For the last 5 years or so I’ve been using VMware’s Unity mode to seamlessly run Linux applications on Windows without having to dual boot.
Overall, it was a pretty solid set up but it had a few annoying issues. It got to the point where I woke up one day and backed up my source code and then rage uninstalled VMware followed by deleting the 100GB VM image.
There was no going back. I had to find a new solution.
Spoiler alert: This new set up is the best way I’ve come across to run both Linux and Windows together. If you’re on Windows and want to also run Linux tools (even graphical apps and Docker) you’ll learn how to set everything up by reading this article.
Recently I had to solve a problem of a very slow transfer of files between two computers on a LAN network using Ethernet cable. Both machines had Windows 7 x64 installed and the transfer speed was ridiculously slow at 10-15kb/s. Using Task Manager under Networking tab, Network Utilization was showing only around 0.25% for Local Area Connection.
I looked around the web for solutions and found quite a few suggestions how to tackle this problem. Those that I tried and the one that finally solved my problem are discussed here.
Turning off “Remote Differential Compression”
One of the first suggestions that I came across was to turn off this Windows Feature in Windows 7.
This suggestion is common on the web but it turns out to be just a myth.
This is 100% false. Neither Windows Update or file copy operations use RDC at all.
So I ignored this suggestion and continued looking.
Disabling “TCP Auto-Tuning”
This is another common suggestion that I came across and it uses NETSH command-line utility used for displaying and modifying the network configuration. To make the necessary changes, we need to run that utility as an Administrator.
- Open Command Prompt as Administrator:
- Click on Start Menu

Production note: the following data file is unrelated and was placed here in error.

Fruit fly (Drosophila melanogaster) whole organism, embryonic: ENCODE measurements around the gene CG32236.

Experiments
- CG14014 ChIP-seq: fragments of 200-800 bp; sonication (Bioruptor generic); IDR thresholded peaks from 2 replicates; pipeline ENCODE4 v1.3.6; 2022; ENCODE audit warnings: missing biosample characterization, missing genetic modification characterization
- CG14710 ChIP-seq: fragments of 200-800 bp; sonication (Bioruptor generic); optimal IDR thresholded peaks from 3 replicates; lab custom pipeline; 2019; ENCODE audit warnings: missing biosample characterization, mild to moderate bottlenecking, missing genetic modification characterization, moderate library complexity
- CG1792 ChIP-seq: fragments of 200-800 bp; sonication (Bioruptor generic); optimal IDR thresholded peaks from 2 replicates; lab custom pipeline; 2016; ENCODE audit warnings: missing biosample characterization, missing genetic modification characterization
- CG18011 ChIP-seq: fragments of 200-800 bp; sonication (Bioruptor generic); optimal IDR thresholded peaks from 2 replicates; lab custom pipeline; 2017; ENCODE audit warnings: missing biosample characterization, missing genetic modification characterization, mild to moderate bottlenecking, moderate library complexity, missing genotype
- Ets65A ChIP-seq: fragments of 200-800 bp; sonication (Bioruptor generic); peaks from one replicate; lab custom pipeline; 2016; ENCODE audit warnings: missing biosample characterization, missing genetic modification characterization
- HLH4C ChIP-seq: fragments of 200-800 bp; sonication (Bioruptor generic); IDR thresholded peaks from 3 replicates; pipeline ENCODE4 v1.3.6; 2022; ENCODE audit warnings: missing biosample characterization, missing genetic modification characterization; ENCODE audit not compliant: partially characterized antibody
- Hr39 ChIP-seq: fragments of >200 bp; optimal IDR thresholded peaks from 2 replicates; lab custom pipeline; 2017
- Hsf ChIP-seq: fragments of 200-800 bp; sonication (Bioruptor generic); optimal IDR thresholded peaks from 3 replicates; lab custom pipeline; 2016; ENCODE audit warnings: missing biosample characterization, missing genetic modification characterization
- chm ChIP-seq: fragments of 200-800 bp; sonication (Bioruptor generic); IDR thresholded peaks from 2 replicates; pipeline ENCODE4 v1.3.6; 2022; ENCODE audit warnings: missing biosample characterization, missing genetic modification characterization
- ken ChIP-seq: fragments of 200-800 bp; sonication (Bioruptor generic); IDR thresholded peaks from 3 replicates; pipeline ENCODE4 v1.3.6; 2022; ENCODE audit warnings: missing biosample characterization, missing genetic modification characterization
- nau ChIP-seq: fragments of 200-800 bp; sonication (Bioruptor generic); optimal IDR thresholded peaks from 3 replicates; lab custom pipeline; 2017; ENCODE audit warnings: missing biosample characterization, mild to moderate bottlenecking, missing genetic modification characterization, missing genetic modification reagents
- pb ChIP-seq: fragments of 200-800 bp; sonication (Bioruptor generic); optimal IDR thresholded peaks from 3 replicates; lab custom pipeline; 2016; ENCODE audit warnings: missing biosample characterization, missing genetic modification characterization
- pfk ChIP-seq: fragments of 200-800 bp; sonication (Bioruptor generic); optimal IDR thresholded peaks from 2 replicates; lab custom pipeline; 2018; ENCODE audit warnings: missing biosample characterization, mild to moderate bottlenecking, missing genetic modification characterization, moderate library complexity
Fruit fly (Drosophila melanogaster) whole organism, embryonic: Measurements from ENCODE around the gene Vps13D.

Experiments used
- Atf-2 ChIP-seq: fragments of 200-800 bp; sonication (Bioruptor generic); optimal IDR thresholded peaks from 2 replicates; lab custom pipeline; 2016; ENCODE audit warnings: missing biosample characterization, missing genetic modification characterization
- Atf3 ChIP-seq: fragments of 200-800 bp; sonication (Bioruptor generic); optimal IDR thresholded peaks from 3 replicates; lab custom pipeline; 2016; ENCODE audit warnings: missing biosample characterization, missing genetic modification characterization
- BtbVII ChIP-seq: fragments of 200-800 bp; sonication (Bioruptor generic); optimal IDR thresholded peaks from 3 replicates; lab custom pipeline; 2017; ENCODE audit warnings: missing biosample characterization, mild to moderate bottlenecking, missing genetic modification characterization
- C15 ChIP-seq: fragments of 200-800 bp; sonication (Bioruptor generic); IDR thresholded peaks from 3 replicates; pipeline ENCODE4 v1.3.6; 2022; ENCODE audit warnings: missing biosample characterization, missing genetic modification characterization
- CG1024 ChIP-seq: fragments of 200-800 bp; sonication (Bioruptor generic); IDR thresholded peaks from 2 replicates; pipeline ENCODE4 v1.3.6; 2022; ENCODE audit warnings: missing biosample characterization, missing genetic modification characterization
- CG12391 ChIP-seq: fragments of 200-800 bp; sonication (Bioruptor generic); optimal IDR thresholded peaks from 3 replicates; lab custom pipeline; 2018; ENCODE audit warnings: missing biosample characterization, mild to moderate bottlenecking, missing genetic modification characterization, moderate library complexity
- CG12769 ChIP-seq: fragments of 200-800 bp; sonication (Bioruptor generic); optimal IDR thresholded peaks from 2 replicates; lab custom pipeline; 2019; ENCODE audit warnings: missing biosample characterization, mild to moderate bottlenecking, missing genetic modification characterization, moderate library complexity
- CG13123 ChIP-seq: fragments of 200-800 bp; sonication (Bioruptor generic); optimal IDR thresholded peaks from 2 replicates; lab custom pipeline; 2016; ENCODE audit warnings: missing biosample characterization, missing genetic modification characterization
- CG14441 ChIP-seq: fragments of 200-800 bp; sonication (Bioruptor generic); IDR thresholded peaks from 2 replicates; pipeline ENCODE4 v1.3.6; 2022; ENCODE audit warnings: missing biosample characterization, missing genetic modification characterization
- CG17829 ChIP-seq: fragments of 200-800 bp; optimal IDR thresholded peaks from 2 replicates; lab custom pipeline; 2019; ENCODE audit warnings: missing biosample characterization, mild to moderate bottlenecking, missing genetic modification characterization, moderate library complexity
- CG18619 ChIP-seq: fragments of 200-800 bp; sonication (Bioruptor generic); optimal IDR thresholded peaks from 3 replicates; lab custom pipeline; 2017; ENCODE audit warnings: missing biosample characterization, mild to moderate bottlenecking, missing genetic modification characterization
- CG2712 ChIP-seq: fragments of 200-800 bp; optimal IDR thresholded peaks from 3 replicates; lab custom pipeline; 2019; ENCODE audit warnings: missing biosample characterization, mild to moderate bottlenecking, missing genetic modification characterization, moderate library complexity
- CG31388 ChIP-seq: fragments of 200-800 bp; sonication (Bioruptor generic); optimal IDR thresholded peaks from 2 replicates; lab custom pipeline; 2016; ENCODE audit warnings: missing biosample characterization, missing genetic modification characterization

- Type Command in search box
- Command Prompt will show up in results. Right-click on it to open Context Menu
- Select Run as administrator
- If User Account Control Window shows up asking if you want to allow the following program to make changes, select Yes
netsh interface tcp set global autotuning=disabled
- Restart the computer
- To verify that the auto-tuning is still disabled type in Command Prompt:
netsh interface tcp show global
This suggestion still didn’t solve my problem, so I looked further, but before doing that I wanted to set Auto-tuning back to the default value by typing
netsh interface tcp set global autotuning=normal in the Command Prompt (running as an Administrator).
Disabling “Large Send Offload (LSO)”
Large Send Offload is a technique of improving network performance while at the same time reducing CPU overhead. Apparently it does not work very well, so it was suggested to disable it. If you would like to know about LSO, check this MSDN article from 2001.
LSO is an option located in a Device Manager under your network adapter, so this solution requires Administrator Privileges.
Follow these steps:
- Open Start Menu, right-click on Computer and select Properties
- Under Control Panel Home located on the left side of the window click on Device Manager
- You will get a list of all devices on your machine. Expand Network Adapters.
- Find your Network Card and double-click on it.
- Select Advanced tab. You will get a list filled with different options.
- Select Large Send Offload V2 (IPv4) and set the value to Disabled
- Do the same for Large Send Offload V2 (IPv6) if it is available
- Click OK
After clicking OK, I tried to send a file over the LAN network. The transfer speed started very slow, but it was gradually picking up speed. I decided to restart the computer and try to send that file again and this time it worked like a charm.
Now that sending of files worked as it should, I also checked speed for receiving files. It turned out that it was still slow but all I had to do to fix that was to disable Large Send Offload V2 on the other computer. Once done, the problem was solved for receiving files as well.
In this post we examined different ways to solve slow speed on a LAN network. One of them is just a common myth, but for other two you need to have administrator privileges. I hope you found this article useful. Consider sharing it on a social networks. Comments are also welcome.
If you solved your slow LAN speed problem in a different way, let me know how and I might add that solution to the list.
netsh interface tcp show global
Yes finaly i instaled Windows 10
Using datemodified: in Windows File Explorer in Windows Vista, Windows 7, and Windows 8 allows you to find any files that have been modified by a date of your choice. Using this tip can be helpful for anyone who has lost a file but know when they last modified the file. Follow the steps below to get the date or date range window shown in the picture.
Open the Windows File Explorer
In the search box, in the top right corner of the window type datemodified:
After datemodified: has been typed the “Select a date or date range” window will appear, select the date or date range for when you believe the file was last modified.
Depending on the dates this search may take a few seconds to a minute to complete.